Guide for Written Work

Concordia's Stylebook for Written Work was created as a standard guide for campus communicators. Its purpose is to help the university to maintain a consistent and appropriate use of language, especially when text is composed for an external audience.

The Stylebook is used and updated by the university's marketing and communication office. It is offered as a service to other staff and faculty members, and as a guide to follow when working with the marketing and communication office on ads, publications, the website and other projects.

Please note that the Stylebook is not intended for use by students or faculty writing academic papers.

Common Stumbling Blocks

Listed below are the common issues that surface in writing drafted for the marketing and communication office:

  • acronyms in parentheses
    Do not use an abbreviation or acronym in parentheses after the first reference of a full name. (You may subsequently begin using acronyms.)
  • academic titles
    Capitalize and spell out formal titles such as chancellor, chairman, etc., when they precede a name. Lowercase else-where. Lowercase modifiers such as department in department Chairman Jerome Wiesner.
  • ages
    Use figures. Ages expressed as adjectives before a noun or as substitutes for a noun, use hyphens. For example: A 22-year-old student. The student is 22 years old.
  • comma
    Omit the comma in a series before and or or. Example: Students were required to wear gloves, safety goggles and boots.
  • departments and colleges
    Capitalize the three colleges of Concordia. For departments, capitalize only the full and formal name, e.g., the Department of Natural Sciences; the Department of English, Communication and Theatre Arts. Lowercase science department, for example.
  • headlines
    Only the first word and proper nouns are capitalized. Use numerals for all numbers and single quotes for quotation marks. Exception: use US (no periods) in all headlines.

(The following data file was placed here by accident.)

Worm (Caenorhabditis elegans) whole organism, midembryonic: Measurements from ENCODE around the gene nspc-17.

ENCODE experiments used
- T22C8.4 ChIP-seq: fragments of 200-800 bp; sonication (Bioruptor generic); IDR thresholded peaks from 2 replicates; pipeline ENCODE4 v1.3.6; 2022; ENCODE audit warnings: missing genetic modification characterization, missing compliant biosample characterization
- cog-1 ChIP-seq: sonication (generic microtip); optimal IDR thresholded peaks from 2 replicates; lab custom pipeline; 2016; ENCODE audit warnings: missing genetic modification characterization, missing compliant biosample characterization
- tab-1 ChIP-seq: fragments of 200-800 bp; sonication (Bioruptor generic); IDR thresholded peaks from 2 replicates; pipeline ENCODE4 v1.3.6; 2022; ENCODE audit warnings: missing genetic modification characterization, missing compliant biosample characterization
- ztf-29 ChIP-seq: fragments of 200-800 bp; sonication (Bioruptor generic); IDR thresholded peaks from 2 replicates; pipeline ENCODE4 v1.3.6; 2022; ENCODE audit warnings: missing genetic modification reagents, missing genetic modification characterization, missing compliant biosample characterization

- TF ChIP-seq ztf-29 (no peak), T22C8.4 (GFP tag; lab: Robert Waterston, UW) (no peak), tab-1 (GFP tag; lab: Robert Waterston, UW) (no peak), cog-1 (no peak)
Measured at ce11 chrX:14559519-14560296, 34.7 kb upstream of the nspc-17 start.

• numerals
    Spell out first through ninth when they indicate sequence in time or location: she was a first-responder, he was in first place. Starting with 10th use figures. Spell out whole numbers below 10, use figures for 10 and above.
  • majors
    Do not capitalize majors, specializations or concentrations of study (exception, proper nouns: I majored in Spanish).
  • months
    Capitalize the names of months in all uses. When a month is used with a specific date, abbreviate only Jan., Feb., Aug., Sept., Oct., Nov. and Dec. Spell out when using alone or with a year alone.
  • offices
    In running text use lowercase when referring to administrative and support offices of the university.
  • states
    Names of states are abbreviated when used with a city name. When abbreviating a state, use the AP abbreviations:
    Ala., Ariz., Ark., Calif., Colo., Conn., Del., Fla., Kan., Ga., Ill., Ind., Ky., La., Md., Mass., Mich., Minn., Miss., Mo., Mont., Neb., Nev., N.H., N.J., N.M., N.Y., N.C., N.D., Okla., Ore., Pa., R.I., S.C., S.D., Tenn., Vt., Va., Wash., W.Va., Wis., Wyo.
  • time and date
    Use a.m. or p.m. Use the calendar date if you are describing an event that is longer than a week ago or farther than a week off. When writing a time, do not use the :00 when referring to the top of the hour.